In "A Worn Path," how does Phoenix Jackson demonstrate unconscious heroism?

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Susan Hurn | College Teacher | (Level 1) Educator Emeritus

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Phoenix does demonstrate tremendous heroism without being aware of it. She doesn't think of herself as being brave. She is just doing what she must do to take care of her little grandson, and she has done it many times. Her path to town is "worn," suggesting that she has traveled it many times.

Phoenix faces great danger making her trip to town. She is very old and frail and almost blind. The weather is cold because it is December, hard winter. Phoenix climbs a hill, makes her way through briars, climbs through a fence, and crosses a stream by walking on a log fallen over the water. If she had fallen into the stream, she would have frozen to death. When she falls in a ditch after the hunter's dog comes after her, the hunter has to help her up. She cannot get to her feet by herself and would have died there without his help.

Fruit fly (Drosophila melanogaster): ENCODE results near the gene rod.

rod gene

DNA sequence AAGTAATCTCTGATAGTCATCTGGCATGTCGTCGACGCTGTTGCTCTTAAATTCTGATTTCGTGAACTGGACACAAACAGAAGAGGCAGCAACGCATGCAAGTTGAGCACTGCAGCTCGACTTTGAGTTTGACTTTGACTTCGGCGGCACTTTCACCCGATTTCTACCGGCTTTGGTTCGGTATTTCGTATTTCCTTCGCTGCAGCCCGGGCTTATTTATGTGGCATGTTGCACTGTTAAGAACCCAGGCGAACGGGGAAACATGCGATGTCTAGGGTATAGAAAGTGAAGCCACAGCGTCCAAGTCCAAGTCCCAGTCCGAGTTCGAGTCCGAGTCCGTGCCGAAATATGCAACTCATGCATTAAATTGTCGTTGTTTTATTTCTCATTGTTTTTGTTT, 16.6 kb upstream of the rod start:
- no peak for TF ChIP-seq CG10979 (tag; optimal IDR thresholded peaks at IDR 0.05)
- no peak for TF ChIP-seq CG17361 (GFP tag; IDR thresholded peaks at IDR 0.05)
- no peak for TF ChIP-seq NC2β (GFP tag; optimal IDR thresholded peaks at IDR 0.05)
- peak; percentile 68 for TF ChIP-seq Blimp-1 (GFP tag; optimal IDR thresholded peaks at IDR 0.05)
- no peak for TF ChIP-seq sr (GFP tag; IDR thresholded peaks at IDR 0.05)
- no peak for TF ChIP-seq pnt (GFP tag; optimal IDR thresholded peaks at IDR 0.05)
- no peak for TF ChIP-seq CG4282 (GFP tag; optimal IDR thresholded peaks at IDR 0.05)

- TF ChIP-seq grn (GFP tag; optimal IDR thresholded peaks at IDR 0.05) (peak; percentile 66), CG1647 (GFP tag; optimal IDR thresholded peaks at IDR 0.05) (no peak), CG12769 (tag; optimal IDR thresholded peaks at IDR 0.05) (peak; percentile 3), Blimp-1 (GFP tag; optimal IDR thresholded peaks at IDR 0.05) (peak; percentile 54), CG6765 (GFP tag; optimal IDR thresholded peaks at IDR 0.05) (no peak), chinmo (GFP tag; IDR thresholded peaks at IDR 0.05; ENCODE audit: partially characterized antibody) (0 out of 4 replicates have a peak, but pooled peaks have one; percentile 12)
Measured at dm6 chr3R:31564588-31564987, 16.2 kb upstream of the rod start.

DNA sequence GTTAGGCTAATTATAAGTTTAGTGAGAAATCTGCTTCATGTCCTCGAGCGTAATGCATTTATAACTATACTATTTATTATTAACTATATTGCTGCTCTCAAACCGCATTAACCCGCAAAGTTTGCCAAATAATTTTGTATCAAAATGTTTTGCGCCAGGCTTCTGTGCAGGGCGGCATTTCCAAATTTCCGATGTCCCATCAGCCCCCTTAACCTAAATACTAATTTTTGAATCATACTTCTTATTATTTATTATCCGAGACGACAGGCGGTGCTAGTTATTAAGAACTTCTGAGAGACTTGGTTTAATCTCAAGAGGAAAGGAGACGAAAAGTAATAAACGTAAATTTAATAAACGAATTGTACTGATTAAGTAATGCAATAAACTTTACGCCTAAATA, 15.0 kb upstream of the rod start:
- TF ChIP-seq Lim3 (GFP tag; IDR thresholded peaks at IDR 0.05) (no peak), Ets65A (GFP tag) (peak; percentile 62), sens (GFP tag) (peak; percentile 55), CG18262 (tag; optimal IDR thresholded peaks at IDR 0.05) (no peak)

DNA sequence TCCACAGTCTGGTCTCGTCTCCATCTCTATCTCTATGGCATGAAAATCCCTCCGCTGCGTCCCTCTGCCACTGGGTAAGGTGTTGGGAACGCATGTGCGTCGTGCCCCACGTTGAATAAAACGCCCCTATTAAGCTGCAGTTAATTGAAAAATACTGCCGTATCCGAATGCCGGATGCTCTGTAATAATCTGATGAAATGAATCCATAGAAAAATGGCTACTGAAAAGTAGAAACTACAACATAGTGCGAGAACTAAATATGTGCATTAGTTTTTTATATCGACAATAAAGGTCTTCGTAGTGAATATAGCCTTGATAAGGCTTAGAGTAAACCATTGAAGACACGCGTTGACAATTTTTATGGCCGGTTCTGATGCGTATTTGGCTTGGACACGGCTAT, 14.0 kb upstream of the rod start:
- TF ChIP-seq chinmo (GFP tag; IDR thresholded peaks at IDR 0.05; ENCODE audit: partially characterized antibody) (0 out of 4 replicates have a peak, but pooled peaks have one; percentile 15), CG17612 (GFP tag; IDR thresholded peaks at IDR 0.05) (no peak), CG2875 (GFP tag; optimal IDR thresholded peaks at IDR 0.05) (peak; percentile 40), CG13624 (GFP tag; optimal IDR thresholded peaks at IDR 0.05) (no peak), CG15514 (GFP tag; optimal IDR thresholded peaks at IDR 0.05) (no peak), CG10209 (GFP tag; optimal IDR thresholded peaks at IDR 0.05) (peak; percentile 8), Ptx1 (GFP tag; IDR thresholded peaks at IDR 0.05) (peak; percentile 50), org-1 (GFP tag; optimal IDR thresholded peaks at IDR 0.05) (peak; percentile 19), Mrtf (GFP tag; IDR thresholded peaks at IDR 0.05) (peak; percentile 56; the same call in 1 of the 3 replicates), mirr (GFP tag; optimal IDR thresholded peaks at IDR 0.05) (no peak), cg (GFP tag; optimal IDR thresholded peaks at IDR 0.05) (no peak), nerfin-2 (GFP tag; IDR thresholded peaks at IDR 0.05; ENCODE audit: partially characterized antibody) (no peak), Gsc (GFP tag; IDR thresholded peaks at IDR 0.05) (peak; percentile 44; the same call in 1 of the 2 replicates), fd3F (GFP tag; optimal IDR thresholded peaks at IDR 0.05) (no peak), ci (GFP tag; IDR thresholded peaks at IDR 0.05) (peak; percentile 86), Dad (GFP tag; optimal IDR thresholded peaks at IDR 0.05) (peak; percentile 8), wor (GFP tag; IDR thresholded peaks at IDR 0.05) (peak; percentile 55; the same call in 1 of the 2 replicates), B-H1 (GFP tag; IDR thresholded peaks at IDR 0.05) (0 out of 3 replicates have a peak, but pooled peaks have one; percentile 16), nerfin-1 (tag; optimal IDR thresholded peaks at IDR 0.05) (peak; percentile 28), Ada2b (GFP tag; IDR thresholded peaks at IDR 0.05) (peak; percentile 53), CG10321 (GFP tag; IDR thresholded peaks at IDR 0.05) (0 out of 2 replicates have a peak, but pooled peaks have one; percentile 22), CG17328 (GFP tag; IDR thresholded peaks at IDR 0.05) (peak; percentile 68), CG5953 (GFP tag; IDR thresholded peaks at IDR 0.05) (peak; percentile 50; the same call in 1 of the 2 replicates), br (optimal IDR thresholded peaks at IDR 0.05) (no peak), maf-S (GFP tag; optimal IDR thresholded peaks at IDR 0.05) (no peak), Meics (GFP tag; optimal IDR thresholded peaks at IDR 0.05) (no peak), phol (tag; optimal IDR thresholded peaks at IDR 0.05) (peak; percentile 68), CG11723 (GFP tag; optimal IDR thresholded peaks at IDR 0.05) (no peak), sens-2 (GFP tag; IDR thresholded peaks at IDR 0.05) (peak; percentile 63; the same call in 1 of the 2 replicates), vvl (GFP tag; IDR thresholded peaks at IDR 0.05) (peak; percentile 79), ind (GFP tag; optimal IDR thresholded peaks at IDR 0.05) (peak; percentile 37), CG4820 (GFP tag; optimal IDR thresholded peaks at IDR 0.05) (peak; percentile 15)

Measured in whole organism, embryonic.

When Phoenix gets to town, she is treated very hatefully by one of the women in the doctor's office. Phoenix swallows her pride and ignores the woman's insults so that she can get what she came for--her grandson's medicine. That took courage, also. Phoenix is very heroic; she risks her life and sacrifices her pride for one she loves.

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